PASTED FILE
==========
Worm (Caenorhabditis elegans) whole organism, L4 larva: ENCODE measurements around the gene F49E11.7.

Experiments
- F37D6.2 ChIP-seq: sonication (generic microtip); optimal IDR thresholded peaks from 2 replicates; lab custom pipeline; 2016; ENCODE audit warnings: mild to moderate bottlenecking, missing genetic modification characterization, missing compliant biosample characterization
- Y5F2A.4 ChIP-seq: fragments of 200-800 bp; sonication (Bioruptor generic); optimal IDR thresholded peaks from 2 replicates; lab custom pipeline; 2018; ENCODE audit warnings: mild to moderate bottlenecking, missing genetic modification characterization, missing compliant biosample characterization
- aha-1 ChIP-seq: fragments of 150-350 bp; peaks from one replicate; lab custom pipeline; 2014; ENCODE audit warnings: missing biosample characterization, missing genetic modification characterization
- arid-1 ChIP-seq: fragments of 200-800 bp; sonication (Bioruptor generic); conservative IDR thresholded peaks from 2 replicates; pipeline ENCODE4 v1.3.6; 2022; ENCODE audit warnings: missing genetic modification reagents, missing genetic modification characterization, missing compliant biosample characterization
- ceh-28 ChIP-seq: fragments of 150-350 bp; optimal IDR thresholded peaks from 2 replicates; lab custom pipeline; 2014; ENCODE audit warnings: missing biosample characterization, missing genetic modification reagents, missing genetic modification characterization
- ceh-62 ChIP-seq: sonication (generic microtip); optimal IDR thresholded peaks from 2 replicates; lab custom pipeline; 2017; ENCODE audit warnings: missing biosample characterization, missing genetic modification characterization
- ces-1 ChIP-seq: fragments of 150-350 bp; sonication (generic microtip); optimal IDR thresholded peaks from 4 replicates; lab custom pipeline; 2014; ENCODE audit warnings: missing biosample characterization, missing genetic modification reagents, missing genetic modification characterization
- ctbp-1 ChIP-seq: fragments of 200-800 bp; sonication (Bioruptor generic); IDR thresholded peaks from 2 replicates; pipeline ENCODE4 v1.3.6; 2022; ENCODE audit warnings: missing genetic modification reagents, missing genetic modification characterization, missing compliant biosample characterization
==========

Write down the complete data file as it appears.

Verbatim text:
Worm (Caenorhabditis elegans) whole organism, L4 larva: ENCODE measurements around the gene F49E11.7.

Experiments
- F37D6.2 ChIP-seq: sonication (generic microtip); optimal IDR thresholded peaks from 2 replicates; lab custom pipeline; 2016; ENCODE audit warnings: mild to moderate bottlenecking, missing genetic modification characterization, missing compliant biosample characterization
- Y5F2A.4 ChIP-seq: fragments of 200-800 bp; sonication (Bioruptor generic); optimal IDR thresholded peaks from 2 replicates; lab custom pipeline; 2018; ENCODE audit warnings: mild to moderate bottlenecking, missing genetic modification characterization, missing compliant biosample characterization
- aha-1 ChIP-seq: fragments of 150-350 bp; peaks from one replicate; lab custom pipeline; 2014; ENCODE audit warnings: missing biosample characterization, missing genetic modification characterization
- arid-1 ChIP-seq: fragments of 200-800 bp; sonication (Bioruptor generic); conservative IDR thresholded peaks from 2 replicates; pipeline ENCODE4 v1.3.6; 2022; ENCODE audit warnings: missing genetic modification reagents, missing genetic modification characterization, missing compliant biosample characterization
- ceh-28 ChIP-seq: fragments of 150-350 bp; optimal IDR thresholded peaks from 2 replicates; lab custom pipeline; 2014; ENCODE audit warnings: missing biosample characterization, missing genetic modification reagents, missing genetic modification characterization
- ceh-62 ChIP-seq: sonication (generic microtip); optimal IDR thresholded peaks from 2 replicates; lab custom pipeline; 2017; ENCODE audit warnings: missing biosample characterization, missing genetic modification characterization
- ces-1 ChIP-seq: fragments of 150-350 bp; sonication (generic microtip); optimal IDR thresholded peaks from 4 replicates; lab custom pipeline; 2014; ENCODE audit warnings: missing biosample characterization, missing genetic modification reagents, missing genetic modification characterization
- ctbp-1 ChIP-seq: fragments of 200-800 bp; sonication (Bioruptor generic); IDR thresholded peaks from 2 replicates; pipeline ENCODE4 v1.3.6; 2022; ENCODE audit warnings: missing genetic modification reagents, missing genetic modification characterization, missing compliant biosample characterization